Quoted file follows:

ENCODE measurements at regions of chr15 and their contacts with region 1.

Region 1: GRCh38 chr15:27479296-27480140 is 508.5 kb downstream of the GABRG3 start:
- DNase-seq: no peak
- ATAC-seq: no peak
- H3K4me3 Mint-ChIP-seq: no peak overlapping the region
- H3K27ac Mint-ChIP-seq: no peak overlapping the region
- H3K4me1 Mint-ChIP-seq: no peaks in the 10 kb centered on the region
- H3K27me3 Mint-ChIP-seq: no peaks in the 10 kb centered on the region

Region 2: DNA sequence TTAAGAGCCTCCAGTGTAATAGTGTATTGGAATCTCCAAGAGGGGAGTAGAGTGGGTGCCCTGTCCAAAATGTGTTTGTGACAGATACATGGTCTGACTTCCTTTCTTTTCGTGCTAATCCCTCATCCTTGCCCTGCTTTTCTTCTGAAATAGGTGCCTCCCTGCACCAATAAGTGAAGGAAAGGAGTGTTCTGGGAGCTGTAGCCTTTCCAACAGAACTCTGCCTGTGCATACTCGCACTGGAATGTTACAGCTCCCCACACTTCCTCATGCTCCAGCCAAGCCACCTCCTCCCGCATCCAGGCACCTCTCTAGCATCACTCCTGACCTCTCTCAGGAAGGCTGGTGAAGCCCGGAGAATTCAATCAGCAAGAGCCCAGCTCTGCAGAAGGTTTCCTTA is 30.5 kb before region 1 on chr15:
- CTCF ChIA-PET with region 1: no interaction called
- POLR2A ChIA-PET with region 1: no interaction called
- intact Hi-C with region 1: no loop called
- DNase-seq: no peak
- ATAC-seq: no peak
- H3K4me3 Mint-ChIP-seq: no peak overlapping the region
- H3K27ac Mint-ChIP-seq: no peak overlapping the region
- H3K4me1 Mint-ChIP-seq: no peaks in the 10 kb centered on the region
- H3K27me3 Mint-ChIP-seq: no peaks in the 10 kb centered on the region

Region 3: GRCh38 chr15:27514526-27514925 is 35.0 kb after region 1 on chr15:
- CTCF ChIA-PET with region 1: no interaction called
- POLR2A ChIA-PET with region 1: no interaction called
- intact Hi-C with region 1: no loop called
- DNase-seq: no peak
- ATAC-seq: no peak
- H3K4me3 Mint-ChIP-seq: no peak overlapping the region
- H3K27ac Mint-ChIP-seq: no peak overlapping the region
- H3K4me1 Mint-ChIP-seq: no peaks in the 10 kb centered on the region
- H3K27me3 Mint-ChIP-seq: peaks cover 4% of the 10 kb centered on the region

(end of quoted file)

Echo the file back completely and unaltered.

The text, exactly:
ENCODE measurements at regions of chr15 and their contacts with region 1.

Region 1: GRCh38 chr15:27479296-27480140 is 508.5 kb downstream of the GABRG3 start:
- DNase-seq: no peak
- ATAC-seq: no peak
- H3K4me3 Mint-ChIP-seq: no peak overlapping the region
- H3K27ac Mint-ChIP-seq: no peak overlapping the region
- H3K4me1 Mint-ChIP-seq: no peaks in the 10 kb centered on the region
- H3K27me3 Mint-ChIP-seq: no peaks in the 10 kb centered on the region

Region 2: DNA sequence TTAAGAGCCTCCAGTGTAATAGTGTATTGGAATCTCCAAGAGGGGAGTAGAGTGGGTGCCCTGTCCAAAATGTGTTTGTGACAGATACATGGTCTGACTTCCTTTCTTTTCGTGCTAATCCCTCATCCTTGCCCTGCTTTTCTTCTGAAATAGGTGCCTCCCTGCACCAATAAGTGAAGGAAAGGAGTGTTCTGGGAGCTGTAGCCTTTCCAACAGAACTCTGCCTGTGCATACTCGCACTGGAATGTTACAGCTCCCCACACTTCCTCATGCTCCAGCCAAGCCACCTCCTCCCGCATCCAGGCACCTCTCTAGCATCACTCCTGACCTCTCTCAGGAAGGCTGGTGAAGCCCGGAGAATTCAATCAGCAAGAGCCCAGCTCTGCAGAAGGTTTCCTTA is 30.5 kb before region 1 on chr15:
- CTCF ChIA-PET with region 1: no interaction called
- POLR2A ChIA-PET with region 1: no interaction called
- intact Hi-C with region 1: no loop called
- DNase-seq: no peak
- ATAC-seq: no peak
- H3K4me3 Mint-ChIP-seq: no peak overlapping the region
- H3K27ac Mint-ChIP-seq: no peak overlapping the region
- H3K4me1 Mint-ChIP-seq: no peaks in the 10 kb centered on the region
- H3K27me3 Mint-ChIP-seq: no peaks in the 10 kb centered on the region

Region 3: GRCh38 chr15:27514526-27514925 is 35.0 kb after region 1 on chr15:
- CTCF ChIA-PET with region 1: no interaction called
- POLR2A ChIA-PET with region 1: no interaction called
- intact Hi-C with region 1: no loop called
- DNase-seq: no peak
- ATAC-seq: no peak
- H3K4me3 Mint-ChIP-seq: no peak overlapping the region
- H3K27ac Mint-ChIP-seq: no peak overlapping the region
- H3K4me1 Mint-ChIP-seq: no peaks in the 10 kb centered on the region
- H3K27me3 Mint-ChIP-seq: peaks cover 4% of the 10 kb centered on the region